ONE of Swansea’s largest wards, Llansamlet has a population of more than 15,000 and four councillors serving it. The ward includes Glais, Birchgrove and Trallwn and is bordered by Clydach to the north, Bonymaen to the south, Morriston to the west and Neath Port Talbot to the east.
Llansamlet used to be a coal, copper and zinc heartland but is now home to Swansea Enterprise Park.
According to Welsh Government data, it has a slightly higher proportion of manual and professional workers than the Swansea average, and slightly fewer long-term unemployed, people with a long-term health problem or disability, and people born outside the UK.
A deprivation index that breaks Swansea into 148 areas ranked the Lon Las area within Llansamlet 17th out of 148.
The four candidates are –
Ioan Gruffydd (Plaid Cymru)
Ioan is 21 and was a history student at Swansea University, and because of the coronavirus pandemic has had to put his studies on hold.
Ioan said –
”My desire to be a councillor ultimately boils down to the political work I’ve done so far, as, at every turn, I’ve seen just how hard it can be for regular people to effect the change that they need in their communities.
People have been telling me about the things which would make life in Llansamlet easier, from bus shelters to new pedestrian crossings, to litter bins and anti-social behaviour; and being able to fix these issues is definitely my inspiration.
Disability is probably the main driver of inequality and social troubles in our communities, and on the doorstep, disabled people have told me that they’ve been left behind when the council has had opportunities to make Swansea more liveable for them.
In many parts of Llansamlet, people who are infirm struggle to cross the road for example, due to lack of suitable crossing spaces and dipped curbs near their homes and workplaces, which is something which would be easy to fix. It’s the same with bus shelters and services, which would help the most disadvantaged in our society.”
David Jones (Welsh Liberal Democrats)
David is 56, grew up in Swansea and after many years working in London and overseas returned where he currently works as a consultant to an international software company and also spend about 20 hours a week on community projects, delivering training and employment support to local people and writing community books and magazines.
David said –
”I’m standing because I’ve seen Swansea people have their livelihoods and futures threatened by Brexit and coronavirus over the past year.
I believe the toughest social and economic challenges are still to come and I believe that as a Liberal Democrat councillor I would be in a position to help people meet them and stand up for their interests.
Steadily rising council taxes with no corresponding rise in the quality of services provided. Not enough police protecting people and their property. Not enough support for small business. Not enough support for people trying to find a path into work. Not enough childcare support for parents, particularly mothers, trying to get back into work.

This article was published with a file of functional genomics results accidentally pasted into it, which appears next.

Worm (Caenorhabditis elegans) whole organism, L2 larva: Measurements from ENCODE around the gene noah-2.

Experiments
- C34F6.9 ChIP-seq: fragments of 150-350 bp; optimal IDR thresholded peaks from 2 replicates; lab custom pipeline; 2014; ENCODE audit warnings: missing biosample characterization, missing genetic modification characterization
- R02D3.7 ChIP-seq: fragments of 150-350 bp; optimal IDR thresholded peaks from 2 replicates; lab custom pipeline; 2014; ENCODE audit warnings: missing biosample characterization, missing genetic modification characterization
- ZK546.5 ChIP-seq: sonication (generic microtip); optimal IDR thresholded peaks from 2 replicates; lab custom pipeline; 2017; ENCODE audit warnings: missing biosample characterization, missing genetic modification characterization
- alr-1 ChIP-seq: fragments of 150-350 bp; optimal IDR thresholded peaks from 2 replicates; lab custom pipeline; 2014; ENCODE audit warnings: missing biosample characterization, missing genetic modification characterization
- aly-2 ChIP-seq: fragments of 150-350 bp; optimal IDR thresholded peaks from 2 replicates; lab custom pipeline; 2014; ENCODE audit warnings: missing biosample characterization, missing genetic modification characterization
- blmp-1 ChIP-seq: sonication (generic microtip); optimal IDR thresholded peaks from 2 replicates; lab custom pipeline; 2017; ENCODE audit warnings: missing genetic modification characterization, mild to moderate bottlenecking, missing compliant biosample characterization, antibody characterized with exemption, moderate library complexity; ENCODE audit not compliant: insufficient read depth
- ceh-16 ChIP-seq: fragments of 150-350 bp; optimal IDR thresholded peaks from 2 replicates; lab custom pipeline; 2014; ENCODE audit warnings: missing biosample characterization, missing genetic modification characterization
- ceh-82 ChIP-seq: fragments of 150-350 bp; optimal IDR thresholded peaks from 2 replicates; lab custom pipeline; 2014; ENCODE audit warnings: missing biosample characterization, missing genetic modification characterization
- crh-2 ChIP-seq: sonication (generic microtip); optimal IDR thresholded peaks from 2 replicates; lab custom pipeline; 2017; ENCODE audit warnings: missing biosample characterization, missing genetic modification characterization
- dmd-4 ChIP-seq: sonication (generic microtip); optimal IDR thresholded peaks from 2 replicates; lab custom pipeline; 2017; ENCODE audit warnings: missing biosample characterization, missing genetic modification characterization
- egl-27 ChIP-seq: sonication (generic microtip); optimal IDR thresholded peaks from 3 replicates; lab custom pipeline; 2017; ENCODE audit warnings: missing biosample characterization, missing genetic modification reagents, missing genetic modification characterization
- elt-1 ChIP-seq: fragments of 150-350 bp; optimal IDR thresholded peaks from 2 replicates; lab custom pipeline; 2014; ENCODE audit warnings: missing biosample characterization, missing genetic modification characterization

I have a track record of success in the private sector and over the past year in particular I’ve applied that expertise to community projects, attracting commercial sponsorship for community activities, supporting small businesses and delivering free training that’s helped people build a bridge to the job market.”
Matthew Jones (Welsh Labour)
Matthew is 45 and married to a history teacher, Melanie. They have two sons who both go to Glais primary.
Matthew said –
”I have worked for Neath Port Talbot Council since 1996 and have been in my current role as a waste enforcement officer for five years. My duties include investigating fly-tipping, littering, dog fouling, waste-related issues and abandoned vehicles.
With 25 years of experience working in a local authority, I feel I have a really good knowledge of how they work. I am passionate about the area where I live and would love to be able to represent the residents and businesses.
I have already been dealing with issues such as off-road motorbikes using public parks – but flooding, vehicle speed in built-up areas, antisocial behaviour, dog fouling, littering and fly-tipping are also regular issues the current councillors have to deal with.
I have been a proud member of the Labour Party for a number of years and am passionate about what the party stands for.”
Rhiannon Wall (Wales Green Party)
Rhiannon is 38 and has lived in Swansea all her life, brought up in Llansamlet and now living in Birchgrove with her partner and youngest who is 7.
Rhiannon said –
”I love getting out and having adventures in local woodlands or exploring lesser-known beaches around Gower. I’m passionate about the Welsh language. My son attends a welsh medium primary and I have been taking Welsh lessons during my spare time.
I’m standing as I want to help resolve and raise awareness of all issues affecting the Llansamlet ward, including poverty and the increase in flooding in Birchgrove over recent years.
The key issues in Llansamlet are the multi-faceted ways in which poverty is increasing, plus traffic management especially around schools, and increased flooding.
As a Green candidate, I stand for social, economic and environmental justice. I want to be a driving force in achieving this in the local area and making positive changes for all residents.”